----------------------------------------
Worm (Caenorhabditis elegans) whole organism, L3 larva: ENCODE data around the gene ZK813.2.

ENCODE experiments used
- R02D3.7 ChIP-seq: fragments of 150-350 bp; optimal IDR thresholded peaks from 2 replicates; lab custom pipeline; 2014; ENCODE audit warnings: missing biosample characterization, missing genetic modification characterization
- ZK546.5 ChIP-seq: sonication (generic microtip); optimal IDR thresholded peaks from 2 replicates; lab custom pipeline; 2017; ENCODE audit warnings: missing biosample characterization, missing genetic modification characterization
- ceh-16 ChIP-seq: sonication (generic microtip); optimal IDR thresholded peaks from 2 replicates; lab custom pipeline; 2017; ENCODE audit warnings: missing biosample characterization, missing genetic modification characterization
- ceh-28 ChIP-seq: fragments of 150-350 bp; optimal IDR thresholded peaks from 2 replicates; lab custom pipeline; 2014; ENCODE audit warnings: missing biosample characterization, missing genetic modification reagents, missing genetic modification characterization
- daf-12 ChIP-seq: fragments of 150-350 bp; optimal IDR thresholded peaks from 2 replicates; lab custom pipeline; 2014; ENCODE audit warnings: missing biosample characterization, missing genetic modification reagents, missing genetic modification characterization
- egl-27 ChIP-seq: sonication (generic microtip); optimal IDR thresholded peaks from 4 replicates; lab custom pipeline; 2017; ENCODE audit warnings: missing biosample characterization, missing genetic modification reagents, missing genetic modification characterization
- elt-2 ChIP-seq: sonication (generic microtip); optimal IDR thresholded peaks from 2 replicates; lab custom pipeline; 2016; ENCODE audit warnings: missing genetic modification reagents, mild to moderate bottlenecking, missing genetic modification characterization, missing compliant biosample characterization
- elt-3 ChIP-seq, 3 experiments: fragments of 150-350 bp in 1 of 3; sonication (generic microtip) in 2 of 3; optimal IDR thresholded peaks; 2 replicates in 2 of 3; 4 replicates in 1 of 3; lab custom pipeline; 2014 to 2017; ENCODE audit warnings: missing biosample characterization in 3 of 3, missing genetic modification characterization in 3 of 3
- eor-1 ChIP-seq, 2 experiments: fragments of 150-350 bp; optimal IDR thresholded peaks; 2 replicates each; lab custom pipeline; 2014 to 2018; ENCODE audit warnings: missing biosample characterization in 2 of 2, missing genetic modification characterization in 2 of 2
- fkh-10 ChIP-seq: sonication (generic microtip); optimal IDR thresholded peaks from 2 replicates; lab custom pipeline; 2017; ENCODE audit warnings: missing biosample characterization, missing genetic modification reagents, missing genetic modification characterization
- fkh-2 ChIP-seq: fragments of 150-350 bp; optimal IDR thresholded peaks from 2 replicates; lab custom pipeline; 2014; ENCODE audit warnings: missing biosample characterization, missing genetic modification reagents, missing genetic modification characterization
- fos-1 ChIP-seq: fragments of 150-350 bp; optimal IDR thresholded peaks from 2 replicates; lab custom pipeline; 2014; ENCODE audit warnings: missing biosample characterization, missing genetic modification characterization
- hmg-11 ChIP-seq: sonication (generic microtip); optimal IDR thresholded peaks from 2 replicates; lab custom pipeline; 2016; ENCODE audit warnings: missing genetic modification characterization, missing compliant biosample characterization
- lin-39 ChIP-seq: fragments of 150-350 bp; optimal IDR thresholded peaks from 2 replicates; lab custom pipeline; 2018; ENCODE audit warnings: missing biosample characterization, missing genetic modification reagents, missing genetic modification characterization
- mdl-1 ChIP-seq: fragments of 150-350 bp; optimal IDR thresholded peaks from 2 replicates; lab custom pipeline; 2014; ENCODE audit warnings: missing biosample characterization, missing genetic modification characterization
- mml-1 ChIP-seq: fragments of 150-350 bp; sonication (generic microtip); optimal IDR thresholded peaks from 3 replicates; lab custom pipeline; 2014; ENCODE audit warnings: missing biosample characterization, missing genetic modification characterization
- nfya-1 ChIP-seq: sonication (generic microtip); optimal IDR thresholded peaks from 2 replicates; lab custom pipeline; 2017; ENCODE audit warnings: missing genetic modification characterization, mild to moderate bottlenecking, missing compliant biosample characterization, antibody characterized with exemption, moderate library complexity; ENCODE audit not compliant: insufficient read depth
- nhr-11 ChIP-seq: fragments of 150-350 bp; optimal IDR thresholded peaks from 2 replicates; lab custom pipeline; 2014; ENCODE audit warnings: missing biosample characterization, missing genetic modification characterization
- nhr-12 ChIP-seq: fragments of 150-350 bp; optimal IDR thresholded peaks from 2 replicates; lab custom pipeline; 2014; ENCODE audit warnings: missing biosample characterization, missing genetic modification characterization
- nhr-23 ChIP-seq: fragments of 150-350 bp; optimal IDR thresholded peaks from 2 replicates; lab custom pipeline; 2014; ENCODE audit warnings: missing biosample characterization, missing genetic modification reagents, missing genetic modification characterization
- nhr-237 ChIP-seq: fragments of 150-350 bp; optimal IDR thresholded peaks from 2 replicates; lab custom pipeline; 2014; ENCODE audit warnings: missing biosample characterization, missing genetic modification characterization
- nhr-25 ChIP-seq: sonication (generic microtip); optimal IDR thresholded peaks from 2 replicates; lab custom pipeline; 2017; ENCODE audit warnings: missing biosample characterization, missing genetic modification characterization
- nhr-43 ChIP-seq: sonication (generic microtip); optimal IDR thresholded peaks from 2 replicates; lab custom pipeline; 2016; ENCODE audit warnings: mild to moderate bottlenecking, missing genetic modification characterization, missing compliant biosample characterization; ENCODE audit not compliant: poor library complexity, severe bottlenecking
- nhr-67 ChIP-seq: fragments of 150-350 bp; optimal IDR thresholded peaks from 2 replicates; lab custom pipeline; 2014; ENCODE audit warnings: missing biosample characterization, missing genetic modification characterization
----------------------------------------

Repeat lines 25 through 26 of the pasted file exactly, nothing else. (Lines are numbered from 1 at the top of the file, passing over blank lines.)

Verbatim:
- nhr-43 ChIP-seq: sonication (generic microtip); optimal IDR thresholded peaks from 2 replicates; lab custom pipeline; 2016; ENCODE audit warnings: mild to moderate bottlenecking, missing genetic modification characterization, missing compliant biosample characterization; ENCODE audit not compliant: poor library complexity, severe bottlenecking
- nhr-67 ChIP-seq: fragments of 150-350 bp; optimal IDR thresholded peaks from 2 replicates; lab custom pipeline; 2014; ENCODE audit warnings: missing biosample characterization, missing genetic modification characterization